Sunday came a wave of neurological symptoms: poor cognitive abilities, worsening tinnitus, slurring my words, weak muscles, droopy eyes, my numb “buzzy head” symptoms (which signal I need to basically ctrl+alt+delete my brain immeadiately) and a cracking headache.
Monday, my throat and head pain had ebbed, but now it was my heart’s turn. It was hammering all day and fit to burst whenever I moved.
These last few days have been menstrual hell, which is generally an increase in my typical ME symptoms. I would honestly take all the other (probably more dangerous) reactions over the ME-inflamed, painful, exhausted days that feel like someone has pumped every muscle full of poisonous led… These are symptoms I can’t fight through. There is no remedy, no relief. They make me feel like I cannot go on living if they are prolonged and they affect my mood horribly. I can’t see the light at the end of the tunnel, and I get scared and weepy.
But, the good news is, today I’m stiff and crampy, but better, although the insomnia and nightmares have continued all week and I’m in desperate need of a decent sleep. I’ve been eating a very low-sulfur and low-histamine diet since the sickness that kicked this all off and am completely fed up with squash, lettuce, sweet potato and parsnip. My kindom for some kale! Never thought I’d say that. I tested the turkey, turkey bone broth and orange with no reactions. I tried the almond flour bread, but it was inconclusive (this time of the month caused confounding variables), so I might try again next week. I ate a lot of almond butter with no problem and, today, I had cauliflower (my first sulfurous veg in 10 days) with no problem. I still have to try the stuffing and cranberry sauce, but continue to suspect the onion gravy. Such detective work!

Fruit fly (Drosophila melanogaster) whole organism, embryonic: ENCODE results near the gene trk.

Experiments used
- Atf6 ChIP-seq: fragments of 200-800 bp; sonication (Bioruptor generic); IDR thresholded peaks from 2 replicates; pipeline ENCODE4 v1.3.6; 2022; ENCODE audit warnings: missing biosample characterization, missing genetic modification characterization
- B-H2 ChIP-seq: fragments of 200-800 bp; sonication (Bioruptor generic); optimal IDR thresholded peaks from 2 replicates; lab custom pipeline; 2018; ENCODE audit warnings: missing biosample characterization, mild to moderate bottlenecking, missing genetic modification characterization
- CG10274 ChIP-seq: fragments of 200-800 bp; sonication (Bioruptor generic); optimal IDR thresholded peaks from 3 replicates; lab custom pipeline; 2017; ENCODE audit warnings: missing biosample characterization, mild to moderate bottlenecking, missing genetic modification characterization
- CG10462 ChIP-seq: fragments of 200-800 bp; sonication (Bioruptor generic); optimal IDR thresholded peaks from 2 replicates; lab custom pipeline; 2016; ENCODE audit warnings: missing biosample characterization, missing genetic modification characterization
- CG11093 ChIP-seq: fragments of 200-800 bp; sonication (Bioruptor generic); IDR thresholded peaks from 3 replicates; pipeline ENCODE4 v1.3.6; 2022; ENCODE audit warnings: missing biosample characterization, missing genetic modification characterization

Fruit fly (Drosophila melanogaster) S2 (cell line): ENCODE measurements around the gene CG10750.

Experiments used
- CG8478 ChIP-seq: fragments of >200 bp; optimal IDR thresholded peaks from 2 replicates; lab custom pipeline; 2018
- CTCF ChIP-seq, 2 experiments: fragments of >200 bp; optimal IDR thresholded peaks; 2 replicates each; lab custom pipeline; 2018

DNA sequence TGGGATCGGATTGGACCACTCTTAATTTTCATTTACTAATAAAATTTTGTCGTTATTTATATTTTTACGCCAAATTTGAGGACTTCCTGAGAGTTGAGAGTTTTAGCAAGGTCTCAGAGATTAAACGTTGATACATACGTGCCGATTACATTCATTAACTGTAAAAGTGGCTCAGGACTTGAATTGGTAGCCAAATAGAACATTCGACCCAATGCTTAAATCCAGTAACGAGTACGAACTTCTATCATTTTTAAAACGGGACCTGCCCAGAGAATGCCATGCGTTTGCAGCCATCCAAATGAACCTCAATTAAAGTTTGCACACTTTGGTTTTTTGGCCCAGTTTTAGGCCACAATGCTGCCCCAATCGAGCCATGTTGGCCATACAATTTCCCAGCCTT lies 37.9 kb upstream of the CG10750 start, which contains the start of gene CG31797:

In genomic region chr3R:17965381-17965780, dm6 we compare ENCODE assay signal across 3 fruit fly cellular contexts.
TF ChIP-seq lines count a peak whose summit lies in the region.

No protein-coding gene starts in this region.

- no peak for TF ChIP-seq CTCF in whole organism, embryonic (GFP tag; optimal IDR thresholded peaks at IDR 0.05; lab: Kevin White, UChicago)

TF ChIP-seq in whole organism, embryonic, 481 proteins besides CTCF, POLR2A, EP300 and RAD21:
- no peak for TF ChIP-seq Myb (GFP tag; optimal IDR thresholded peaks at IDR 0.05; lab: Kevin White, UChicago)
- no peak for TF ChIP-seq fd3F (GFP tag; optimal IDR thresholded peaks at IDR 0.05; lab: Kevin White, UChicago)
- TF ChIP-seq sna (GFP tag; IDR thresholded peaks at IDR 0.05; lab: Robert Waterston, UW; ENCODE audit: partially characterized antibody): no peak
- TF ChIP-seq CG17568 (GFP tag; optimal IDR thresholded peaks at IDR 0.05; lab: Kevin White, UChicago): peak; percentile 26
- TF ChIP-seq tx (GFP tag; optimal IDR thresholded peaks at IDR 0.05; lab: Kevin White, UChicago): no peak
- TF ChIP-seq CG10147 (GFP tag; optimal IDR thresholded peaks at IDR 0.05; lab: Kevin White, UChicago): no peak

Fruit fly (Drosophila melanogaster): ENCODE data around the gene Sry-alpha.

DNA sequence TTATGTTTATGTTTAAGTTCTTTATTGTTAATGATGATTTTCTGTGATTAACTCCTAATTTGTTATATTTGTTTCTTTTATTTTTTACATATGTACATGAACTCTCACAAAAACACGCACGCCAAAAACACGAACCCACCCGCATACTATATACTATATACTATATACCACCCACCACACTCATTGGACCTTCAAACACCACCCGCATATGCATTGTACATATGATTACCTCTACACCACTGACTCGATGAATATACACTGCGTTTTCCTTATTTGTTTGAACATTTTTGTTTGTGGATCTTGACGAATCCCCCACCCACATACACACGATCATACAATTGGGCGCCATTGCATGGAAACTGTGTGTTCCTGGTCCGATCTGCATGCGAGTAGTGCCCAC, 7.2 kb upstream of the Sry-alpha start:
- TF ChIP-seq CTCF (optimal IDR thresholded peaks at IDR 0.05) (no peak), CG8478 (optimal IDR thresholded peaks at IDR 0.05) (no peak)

The even better news is, we managed to get out to the cemetery for half an hour to watch our pups run in the thin dusting of snow (yes, SNOW!) and, for that, I am truly grateful.
Onwards and upwards. I hope things will ease up until after Christmas.
*”Increased CBS enzyme activity would act to convert homocysteine more efficiently to cysteine, thereby lowering homocysteine levels. Ultimately individuals with the CBS C699T upregulation of the CBS enzyme can generate more sulfur breakdown products with potential sulfur toxicity issues, enhanced ammonia production, and a lack of glutathione.” ~ Dr. Amy Yasko’s book, “Genetic Bypass”